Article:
Terms: Spr | Units: 3-5 | UG Reqs: WAY-A-II, WAY-CE

AFRICAST 119: Novel Perspectives on South Africa (AFRICAST 219, CSRE 119)

South Africa's rich vein of contemporary fiction provides as a fascinating window onto that country's social dynamics. In this class we'll focus on a number of recent works that tease out some of the key themes that continue to shape both South Africa and the world today.nnSelected novels will provide a framework within which to consider, among other topics: explosive public protest aimed at the Zuma government and other institutions, particularly around the question of university fees and other #MustFall issues; the place of youth culture and coming-of-age in a changing society; attempts to deal with HIV-Aids and other infectious diseases, with their considerable impact; simmering dissatisfaction, especially among young people, about 'Transformation'; the apparent victory of neoliberal policies over social justice, at least it was perceived in the 1980s and early 90s, and the rise of a new black middle class; changing notions of South Africa's place in Africa and in the world. If we take these themes together, the novel seems well suited to the exploration of personal identities amid the social change, and our choices of authors are aimed at showcasing South Africa¿s literary talent beyond the tired tropes of J. M. Coetzee¿s bleak vision.nnFour novels will form the core of our discussion. Zakes Mda in Little Suns (2016) uses one of his characteristic historical settings to explore the private aftermaths of a public event: the assassination of the colonial commissioner, Hamilton Hope (1880), amidst a rising of the amaXhosa people in the Eastern Cape. Niq Mhlongo's After Tears (2007) is the story of a young man's attempts to negotiate academic failure at the University of Cape Town on the one hand and his family's upwardly mobile expectations of him on the other. Ivan Vladislavic setsThe Restless Supermarket (2001) in central Johannesburg of 1993, adopting the perspectiveof a retired proofreader of telephone directories, enjoying one of his old haunts on the eve of its demolition. Finally, in Zoë Wicomb's October: a novel (2014), a scholar-author tries to deal with changes in her own life in Scotland at the same time as she reconnects with her family in rural Western Cape and deals anew with its challenges and skeletons in the cupboard.nnThis course is conceived in the frame of (South) African humanities. Anyone interested in contemporary Cape Town, including students who have spent a term in BOSP-Cape Town or intend to do so, will find several points of engagement. Graduate students are welcome to audit the class: the key point will be a willingness to read and discuss.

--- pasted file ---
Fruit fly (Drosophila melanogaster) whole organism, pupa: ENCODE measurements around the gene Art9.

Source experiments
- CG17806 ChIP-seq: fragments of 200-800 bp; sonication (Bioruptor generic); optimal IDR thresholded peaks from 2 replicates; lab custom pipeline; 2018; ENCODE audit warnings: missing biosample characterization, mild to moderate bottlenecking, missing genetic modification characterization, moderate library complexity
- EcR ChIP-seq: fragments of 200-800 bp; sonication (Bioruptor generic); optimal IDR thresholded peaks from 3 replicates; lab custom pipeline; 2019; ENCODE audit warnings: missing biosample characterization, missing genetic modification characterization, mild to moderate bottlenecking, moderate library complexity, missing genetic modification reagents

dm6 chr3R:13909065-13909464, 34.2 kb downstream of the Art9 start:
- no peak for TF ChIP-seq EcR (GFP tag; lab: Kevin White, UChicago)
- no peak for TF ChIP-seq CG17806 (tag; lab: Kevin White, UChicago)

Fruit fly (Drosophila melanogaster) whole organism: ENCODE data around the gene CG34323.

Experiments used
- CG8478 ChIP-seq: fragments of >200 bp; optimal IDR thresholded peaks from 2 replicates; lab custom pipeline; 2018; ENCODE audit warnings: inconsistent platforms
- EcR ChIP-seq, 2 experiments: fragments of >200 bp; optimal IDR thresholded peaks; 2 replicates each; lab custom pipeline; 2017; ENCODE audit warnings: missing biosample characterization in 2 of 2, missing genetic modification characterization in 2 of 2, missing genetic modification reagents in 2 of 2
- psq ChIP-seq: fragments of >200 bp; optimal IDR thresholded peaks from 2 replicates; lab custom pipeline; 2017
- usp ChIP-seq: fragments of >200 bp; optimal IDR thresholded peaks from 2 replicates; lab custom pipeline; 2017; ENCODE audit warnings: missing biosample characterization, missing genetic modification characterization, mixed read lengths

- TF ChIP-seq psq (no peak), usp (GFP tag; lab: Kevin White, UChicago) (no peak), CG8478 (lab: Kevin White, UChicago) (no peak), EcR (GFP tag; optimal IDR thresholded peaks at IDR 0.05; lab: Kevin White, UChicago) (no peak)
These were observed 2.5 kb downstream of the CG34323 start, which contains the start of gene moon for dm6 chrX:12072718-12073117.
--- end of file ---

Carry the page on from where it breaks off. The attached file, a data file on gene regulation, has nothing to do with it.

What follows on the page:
Terms: Spr | Units: 1
Instructors: Parker, G. (PI)

AFRICAST 127: African Art and Politics, c. 1900 - Present (ARTHIST 127A)

This course explores the relationship between art and politics in twentieth century Africa. Artistic production and consumption is considered in the context of various major political shifts, from the experience of colonialism to the struggle against Apartheid. Each week we will look closely at different works of art and examine how artists and designers responded to such challenges as independence, modernization and globalization. We will look at painting, sculpture, religious art, public and performance art, photography and film. How western perceptions and understanding of African art have shifted, and how museums have framed African art throughout the twentieth century will remain important points of discussion throughout the course.